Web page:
18  Economy / Securities / Re: [BTC-TC] CIPHERMINE-PT - Industrial Mining & High Performance Computing on: March 23, 2014, 02:12:05 PM
Ok after a few more tries I did verify the file.  Thanks for your help DrGregMulhauser.  I need to watch a few more videos and read a few more webpages before I have the hang of this.

No problem at all. My suggestion to verify the text clipping directly sent you down the wrong path because GPG/PGP needs to be fed a single stream of characters, and it will validate based on that single stream of characters. If you feed it something with extra gubbins in it -- especially something like a text clipping file, where the actual data are stored in the resource fork/extended attributes -- then it may not even be able to find the signature in the first place, let alone verify it. It's somewhat analogous to trying to validate a Bitcoin signature of a piece of text by looking at a piece of HTML which will display the text: yes, the original text is in there, but the signature is only valid for the text itself, not for the text + HTML gubbins.
19  Economy / Securities / Re: [BTC-TC] CIPHERMINE-PT - Industrial Mining & High Performance Computing on: March 23, 2014, 01:24:52 PM
Thanks for this quick description.  I did try this will both the email and the message posted by dexX7 above (twice each) and I get a message "verification failed: no signature found."  That seems strange to me because I can see the signature clearly at the end of the message.  
Not sure what I'm doing wrong?

Egad, right you are! There's a limitation created by the file type, which I didn't pick up on. The ".textClipping" file type supports formatted text, which means it does not contain just the text you selected in your browser, but also extra information for formatting, such as the boldfacing. GPG will cough on that.

If you instead save the text to be checked to an ordinary text file (e.g., paste into Text Edit, set as plain text, and save) rather than trying to validate directly on the ".textClipping" file, then at last you'll be good to go.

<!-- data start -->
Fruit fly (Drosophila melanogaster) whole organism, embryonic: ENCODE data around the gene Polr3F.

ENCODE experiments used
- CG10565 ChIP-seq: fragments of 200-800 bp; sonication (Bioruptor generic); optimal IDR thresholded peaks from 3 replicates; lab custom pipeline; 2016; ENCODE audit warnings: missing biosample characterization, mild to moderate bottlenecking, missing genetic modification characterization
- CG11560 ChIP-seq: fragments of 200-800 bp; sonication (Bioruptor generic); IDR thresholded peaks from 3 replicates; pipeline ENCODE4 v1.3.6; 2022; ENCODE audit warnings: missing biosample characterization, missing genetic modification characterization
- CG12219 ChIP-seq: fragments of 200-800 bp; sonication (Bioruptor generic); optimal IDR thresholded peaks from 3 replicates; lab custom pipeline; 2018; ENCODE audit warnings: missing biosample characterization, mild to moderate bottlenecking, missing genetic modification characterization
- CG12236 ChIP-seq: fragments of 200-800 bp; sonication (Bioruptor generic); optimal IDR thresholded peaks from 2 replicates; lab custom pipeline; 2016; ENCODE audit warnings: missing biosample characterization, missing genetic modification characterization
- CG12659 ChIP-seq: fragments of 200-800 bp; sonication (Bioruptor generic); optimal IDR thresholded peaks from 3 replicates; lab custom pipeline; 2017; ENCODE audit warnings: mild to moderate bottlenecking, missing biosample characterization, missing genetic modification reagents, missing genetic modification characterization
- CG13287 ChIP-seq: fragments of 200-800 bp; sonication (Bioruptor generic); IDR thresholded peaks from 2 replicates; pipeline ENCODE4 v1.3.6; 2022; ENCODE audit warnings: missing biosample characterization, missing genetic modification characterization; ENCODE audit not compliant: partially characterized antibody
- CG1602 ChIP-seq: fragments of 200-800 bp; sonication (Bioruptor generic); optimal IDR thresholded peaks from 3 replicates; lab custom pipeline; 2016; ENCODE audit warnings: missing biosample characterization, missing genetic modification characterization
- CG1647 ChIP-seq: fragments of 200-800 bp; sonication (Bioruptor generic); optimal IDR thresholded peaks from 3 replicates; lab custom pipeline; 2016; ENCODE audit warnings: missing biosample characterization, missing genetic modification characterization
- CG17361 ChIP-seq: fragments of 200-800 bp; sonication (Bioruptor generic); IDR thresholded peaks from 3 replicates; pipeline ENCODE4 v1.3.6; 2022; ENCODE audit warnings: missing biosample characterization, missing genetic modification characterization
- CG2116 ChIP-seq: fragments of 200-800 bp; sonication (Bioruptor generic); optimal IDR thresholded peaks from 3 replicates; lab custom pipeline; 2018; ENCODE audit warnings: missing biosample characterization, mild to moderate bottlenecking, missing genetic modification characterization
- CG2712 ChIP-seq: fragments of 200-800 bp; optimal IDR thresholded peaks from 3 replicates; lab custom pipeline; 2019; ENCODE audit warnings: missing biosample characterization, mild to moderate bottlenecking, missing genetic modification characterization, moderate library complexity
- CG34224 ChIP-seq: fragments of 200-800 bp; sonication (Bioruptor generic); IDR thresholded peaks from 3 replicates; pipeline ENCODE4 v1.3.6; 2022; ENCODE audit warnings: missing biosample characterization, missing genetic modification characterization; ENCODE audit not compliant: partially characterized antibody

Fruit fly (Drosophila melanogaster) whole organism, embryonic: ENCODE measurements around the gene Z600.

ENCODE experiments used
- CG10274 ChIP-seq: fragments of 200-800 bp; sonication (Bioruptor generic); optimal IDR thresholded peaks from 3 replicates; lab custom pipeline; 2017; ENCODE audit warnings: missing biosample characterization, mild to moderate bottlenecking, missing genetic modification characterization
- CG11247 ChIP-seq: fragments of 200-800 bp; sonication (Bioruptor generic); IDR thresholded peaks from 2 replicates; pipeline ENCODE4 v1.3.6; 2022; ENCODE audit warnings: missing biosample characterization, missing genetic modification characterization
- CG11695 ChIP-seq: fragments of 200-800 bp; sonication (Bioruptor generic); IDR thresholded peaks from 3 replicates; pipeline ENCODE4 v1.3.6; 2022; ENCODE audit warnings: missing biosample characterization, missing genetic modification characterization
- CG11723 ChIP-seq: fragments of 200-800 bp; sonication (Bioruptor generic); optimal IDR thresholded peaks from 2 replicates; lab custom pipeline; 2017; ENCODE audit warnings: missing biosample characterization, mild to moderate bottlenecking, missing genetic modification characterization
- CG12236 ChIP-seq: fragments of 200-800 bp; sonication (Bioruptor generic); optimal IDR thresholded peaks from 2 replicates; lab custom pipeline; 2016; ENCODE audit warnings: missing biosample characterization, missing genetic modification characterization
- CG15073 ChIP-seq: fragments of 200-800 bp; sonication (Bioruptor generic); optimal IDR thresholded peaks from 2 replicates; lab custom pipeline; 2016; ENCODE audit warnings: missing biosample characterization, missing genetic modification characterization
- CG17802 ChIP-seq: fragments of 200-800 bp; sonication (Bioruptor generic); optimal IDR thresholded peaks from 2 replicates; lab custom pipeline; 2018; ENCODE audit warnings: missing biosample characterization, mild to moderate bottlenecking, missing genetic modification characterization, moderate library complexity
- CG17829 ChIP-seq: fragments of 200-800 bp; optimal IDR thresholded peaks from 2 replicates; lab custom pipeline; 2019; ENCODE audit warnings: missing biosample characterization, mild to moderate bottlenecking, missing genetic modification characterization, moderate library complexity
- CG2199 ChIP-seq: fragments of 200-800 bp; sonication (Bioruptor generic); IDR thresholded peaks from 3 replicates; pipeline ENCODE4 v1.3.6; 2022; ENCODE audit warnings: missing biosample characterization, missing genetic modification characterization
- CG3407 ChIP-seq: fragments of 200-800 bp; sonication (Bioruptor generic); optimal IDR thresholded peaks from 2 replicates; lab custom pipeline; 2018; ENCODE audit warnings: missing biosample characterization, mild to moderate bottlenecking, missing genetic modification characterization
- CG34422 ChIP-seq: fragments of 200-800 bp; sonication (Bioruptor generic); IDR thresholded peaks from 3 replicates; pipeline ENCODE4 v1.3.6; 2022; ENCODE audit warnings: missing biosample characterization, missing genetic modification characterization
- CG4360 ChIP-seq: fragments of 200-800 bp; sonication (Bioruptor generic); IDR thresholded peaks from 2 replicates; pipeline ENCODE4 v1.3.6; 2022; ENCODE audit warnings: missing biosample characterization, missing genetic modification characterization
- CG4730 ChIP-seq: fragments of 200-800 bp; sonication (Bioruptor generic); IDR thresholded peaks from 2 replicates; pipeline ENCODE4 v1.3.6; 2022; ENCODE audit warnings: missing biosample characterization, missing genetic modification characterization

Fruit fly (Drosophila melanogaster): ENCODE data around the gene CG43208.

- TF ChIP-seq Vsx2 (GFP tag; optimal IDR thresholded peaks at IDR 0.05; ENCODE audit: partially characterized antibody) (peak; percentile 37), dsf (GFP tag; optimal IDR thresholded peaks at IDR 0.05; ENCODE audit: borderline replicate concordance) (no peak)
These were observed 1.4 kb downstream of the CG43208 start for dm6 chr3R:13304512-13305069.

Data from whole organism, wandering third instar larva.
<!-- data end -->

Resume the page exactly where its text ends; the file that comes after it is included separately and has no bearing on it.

20  Economy / Securities / Re: [BTC-TC] CIPHERMINE-PT - Industrial Mining & High Performance Computing on: March 23, 2014, 11:31:50 AM
I am curious how to verify your pgp signature with your public key?  I have a mac and am running GPG keychain access.  I did get your public key from the link in your email, but how do I go about verifying the signature? 
I'm not questioning whether the message is from you, I am just curious going forward here.

As a fellow Mac guy, I can drop in a quick note here.

For validating files in general, you can just right click on the file in question and choose "OpenPGP: Validate" from the "Services" menu. That's it, with no need to launch GPG Keychain Access, except to grab the key in the first place. So, in this particular case, you can select the body of the post in your web browser -- everything from "-----BEGIN PGP SIGNED MESSAGE-----" to "-----END PGP SIGNATURE-----" and drag that to the desktop, which will create a text clipping document. Right click on that newly created document, select validate, and you're good to go.

(Of course, the "Services" menu is available globally and so will provide encryption-related services wherever they're relevant and supported by GPG; I just mention file-specific validation because it's quick and handy and avoids potential flakiness when using it within some apps.)
Pages: [1] 2 3 4 5 6 7 8 9 10 11 12 13 14 15 16 17 »
Sponsored by , a Bitcoin-accepting VPN.
Powered by MySQL Powered by PHP Powered by SMF 1.1.19 | SMF © 2006-2009, Simple Machines Valid XHTML 1.0! Valid CSS!